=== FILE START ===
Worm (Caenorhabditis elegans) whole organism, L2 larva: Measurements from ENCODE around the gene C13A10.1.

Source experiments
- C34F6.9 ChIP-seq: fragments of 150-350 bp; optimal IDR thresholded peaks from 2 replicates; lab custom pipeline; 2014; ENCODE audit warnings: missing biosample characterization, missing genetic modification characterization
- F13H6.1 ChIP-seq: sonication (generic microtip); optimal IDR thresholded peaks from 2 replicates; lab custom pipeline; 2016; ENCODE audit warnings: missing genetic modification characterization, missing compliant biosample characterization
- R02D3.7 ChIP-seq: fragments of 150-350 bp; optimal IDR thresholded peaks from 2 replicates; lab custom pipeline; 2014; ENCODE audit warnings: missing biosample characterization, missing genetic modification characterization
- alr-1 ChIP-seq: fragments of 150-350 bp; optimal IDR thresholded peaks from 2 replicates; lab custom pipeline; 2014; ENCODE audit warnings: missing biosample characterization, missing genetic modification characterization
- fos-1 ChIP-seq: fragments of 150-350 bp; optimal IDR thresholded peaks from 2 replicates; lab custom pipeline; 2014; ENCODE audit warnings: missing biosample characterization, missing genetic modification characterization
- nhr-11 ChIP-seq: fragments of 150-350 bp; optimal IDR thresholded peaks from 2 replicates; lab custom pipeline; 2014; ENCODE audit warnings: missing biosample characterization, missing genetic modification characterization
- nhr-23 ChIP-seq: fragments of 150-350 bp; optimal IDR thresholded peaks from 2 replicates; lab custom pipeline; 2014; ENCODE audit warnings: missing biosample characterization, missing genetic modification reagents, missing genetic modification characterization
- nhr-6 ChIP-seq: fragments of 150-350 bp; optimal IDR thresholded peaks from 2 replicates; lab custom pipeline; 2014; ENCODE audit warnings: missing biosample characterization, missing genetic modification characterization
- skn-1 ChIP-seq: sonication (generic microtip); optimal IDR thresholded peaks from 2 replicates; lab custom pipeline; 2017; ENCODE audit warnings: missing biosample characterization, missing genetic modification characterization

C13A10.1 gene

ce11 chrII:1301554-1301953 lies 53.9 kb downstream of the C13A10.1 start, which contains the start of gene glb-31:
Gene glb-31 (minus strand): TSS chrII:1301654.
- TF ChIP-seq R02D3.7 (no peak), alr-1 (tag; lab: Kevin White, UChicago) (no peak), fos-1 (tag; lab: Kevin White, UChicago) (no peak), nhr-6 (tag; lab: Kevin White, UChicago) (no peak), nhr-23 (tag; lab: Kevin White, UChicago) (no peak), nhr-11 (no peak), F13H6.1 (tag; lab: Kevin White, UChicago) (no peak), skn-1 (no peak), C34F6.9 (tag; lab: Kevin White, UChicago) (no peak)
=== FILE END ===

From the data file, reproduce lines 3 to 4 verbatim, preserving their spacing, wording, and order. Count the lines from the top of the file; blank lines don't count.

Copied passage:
- C34F6.9 ChIP-seq: fragments of 150-350 bp; optimal IDR thresholded peaks from 2 replicates; lab custom pipeline; 2014; ENCODE audit warnings: missing biosample characterization, missing genetic modification characterization
- F13H6.1 ChIP-seq: sonication (generic microtip); optimal IDR thresholded peaks from 2 replicates; lab custom pipeline; 2016; ENCODE audit warnings: missing genetic modification characterization, missing compliant biosample characterization